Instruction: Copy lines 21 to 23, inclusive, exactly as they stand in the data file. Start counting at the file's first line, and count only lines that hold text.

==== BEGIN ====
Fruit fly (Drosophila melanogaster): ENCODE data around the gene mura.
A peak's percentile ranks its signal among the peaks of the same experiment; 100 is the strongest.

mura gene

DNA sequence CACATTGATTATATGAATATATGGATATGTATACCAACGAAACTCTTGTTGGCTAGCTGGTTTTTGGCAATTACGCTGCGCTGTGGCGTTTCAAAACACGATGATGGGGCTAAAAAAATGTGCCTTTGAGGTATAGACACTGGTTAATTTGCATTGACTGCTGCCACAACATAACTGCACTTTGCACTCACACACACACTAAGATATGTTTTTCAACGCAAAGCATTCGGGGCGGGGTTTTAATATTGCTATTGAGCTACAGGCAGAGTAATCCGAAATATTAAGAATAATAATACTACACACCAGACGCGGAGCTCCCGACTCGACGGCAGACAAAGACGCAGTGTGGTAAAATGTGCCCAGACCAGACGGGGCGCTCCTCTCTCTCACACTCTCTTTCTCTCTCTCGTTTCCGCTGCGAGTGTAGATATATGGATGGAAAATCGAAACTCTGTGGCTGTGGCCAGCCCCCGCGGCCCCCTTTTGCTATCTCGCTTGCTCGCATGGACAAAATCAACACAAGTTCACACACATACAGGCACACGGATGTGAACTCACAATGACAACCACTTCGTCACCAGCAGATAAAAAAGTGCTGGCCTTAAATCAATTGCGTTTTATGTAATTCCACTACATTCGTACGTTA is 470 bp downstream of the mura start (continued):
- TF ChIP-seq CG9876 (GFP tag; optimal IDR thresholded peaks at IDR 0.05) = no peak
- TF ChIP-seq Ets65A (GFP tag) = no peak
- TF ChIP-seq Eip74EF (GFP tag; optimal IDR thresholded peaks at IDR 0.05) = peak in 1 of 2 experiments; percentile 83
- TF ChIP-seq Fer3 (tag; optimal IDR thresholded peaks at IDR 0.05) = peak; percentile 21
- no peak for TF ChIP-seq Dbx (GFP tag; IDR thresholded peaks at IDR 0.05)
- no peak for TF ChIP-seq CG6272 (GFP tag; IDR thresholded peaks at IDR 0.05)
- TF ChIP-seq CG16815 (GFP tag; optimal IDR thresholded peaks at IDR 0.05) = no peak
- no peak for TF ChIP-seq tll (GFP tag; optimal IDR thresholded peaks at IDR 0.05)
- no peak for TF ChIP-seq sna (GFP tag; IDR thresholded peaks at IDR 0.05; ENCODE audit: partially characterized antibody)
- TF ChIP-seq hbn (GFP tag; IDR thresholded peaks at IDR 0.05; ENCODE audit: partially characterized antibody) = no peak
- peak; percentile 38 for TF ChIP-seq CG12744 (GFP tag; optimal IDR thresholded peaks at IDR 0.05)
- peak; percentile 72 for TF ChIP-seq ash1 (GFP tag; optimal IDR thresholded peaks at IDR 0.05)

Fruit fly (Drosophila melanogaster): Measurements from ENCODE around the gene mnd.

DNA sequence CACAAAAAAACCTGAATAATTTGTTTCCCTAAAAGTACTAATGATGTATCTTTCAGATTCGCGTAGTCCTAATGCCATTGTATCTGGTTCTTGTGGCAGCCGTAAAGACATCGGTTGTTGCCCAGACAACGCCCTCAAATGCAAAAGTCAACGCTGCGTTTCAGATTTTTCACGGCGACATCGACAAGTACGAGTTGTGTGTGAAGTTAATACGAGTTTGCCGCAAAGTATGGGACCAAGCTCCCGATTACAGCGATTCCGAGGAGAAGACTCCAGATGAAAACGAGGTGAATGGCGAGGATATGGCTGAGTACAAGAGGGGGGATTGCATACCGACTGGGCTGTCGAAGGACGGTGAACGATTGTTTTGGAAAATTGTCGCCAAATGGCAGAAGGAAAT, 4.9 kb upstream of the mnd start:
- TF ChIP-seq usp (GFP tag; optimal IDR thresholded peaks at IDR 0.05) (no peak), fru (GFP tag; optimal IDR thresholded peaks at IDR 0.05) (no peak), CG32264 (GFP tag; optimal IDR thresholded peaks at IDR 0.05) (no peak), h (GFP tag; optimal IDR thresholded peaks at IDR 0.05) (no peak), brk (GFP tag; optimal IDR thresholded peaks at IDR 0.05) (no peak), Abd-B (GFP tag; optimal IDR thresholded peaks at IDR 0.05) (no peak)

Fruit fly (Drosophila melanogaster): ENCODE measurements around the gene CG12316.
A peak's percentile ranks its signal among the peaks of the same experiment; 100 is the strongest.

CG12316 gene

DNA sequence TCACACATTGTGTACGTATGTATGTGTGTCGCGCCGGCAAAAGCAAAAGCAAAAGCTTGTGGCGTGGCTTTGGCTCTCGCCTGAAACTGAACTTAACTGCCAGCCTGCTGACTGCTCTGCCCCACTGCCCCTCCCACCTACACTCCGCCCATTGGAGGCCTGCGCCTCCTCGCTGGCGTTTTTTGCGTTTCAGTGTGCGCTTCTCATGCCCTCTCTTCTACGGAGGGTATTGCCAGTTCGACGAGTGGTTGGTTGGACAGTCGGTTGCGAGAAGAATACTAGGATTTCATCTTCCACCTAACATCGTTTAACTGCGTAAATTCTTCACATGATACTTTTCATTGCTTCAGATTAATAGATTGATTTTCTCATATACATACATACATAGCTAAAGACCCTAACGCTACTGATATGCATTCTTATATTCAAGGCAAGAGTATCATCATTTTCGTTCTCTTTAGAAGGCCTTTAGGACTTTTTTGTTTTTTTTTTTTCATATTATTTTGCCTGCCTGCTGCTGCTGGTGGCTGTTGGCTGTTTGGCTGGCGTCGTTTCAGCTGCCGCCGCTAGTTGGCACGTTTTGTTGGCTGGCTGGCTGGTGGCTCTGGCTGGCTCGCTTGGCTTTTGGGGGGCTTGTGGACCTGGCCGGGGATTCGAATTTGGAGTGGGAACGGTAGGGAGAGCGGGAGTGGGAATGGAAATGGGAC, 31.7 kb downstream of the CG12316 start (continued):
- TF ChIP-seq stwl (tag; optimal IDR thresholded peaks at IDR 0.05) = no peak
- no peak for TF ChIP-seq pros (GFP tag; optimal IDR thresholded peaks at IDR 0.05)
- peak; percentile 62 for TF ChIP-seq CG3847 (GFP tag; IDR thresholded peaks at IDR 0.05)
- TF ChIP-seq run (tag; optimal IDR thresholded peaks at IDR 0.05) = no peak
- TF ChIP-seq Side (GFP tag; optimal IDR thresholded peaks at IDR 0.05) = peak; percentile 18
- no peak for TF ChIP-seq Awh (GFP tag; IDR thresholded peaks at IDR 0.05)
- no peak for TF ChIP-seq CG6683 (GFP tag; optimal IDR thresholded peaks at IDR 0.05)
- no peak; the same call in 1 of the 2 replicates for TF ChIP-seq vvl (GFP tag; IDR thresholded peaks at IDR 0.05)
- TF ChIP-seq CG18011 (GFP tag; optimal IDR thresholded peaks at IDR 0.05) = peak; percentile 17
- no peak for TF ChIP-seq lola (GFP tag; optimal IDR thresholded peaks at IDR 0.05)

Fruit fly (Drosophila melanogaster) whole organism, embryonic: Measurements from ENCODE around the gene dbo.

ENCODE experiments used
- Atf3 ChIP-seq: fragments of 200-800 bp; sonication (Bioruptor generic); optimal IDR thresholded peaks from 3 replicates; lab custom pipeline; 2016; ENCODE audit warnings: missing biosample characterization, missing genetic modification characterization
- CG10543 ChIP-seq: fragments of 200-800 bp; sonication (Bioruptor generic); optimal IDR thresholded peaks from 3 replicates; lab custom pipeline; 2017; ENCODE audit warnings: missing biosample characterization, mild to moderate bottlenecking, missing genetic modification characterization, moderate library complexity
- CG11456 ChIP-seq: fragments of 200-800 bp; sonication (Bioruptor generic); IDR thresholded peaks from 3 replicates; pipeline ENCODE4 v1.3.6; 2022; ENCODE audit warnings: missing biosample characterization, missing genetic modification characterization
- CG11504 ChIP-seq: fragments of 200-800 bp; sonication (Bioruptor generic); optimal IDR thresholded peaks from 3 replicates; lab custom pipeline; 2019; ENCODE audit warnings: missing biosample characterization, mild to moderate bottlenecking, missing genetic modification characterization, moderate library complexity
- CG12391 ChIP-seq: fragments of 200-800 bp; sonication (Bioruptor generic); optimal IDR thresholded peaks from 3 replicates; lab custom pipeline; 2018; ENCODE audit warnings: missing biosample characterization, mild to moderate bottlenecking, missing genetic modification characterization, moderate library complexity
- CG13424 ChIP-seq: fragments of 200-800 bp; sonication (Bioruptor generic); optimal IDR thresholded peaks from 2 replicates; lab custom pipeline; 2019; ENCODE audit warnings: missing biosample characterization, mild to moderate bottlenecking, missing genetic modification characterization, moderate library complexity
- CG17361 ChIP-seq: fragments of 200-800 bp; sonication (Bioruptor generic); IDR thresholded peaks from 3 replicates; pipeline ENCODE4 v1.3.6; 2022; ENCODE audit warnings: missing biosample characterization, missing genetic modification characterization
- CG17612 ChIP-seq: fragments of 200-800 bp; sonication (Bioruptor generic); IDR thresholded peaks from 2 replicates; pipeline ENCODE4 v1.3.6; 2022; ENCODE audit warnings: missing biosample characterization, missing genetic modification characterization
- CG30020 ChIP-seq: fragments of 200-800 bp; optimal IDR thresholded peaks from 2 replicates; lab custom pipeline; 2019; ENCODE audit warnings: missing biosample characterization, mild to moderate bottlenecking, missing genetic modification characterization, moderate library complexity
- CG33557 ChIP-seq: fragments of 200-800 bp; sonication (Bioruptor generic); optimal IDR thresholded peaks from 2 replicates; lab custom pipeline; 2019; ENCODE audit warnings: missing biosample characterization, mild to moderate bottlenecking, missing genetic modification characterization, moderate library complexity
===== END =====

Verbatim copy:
A peak's percentile ranks its signal among the peaks of the same experiment; 100 is the strongest.

CG12316 gene

DNA sequence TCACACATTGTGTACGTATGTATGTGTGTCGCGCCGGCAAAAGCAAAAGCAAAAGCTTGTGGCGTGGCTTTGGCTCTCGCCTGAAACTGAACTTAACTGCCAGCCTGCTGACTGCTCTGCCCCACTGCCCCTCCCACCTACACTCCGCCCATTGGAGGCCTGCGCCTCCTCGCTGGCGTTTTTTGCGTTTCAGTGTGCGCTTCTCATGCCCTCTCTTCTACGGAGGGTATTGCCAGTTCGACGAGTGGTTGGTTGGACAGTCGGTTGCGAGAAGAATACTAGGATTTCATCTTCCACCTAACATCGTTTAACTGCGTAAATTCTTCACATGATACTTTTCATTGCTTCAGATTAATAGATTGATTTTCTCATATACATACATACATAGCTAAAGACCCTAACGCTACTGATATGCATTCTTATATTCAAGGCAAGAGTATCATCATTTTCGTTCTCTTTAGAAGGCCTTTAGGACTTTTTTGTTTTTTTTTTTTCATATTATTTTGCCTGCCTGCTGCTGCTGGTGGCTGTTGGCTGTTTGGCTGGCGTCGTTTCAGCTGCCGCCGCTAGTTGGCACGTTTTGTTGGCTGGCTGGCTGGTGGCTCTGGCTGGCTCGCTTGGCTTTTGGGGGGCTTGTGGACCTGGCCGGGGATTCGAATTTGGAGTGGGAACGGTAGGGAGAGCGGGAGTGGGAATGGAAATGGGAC, 31.7 kb downstream of the CG12316 start (continued):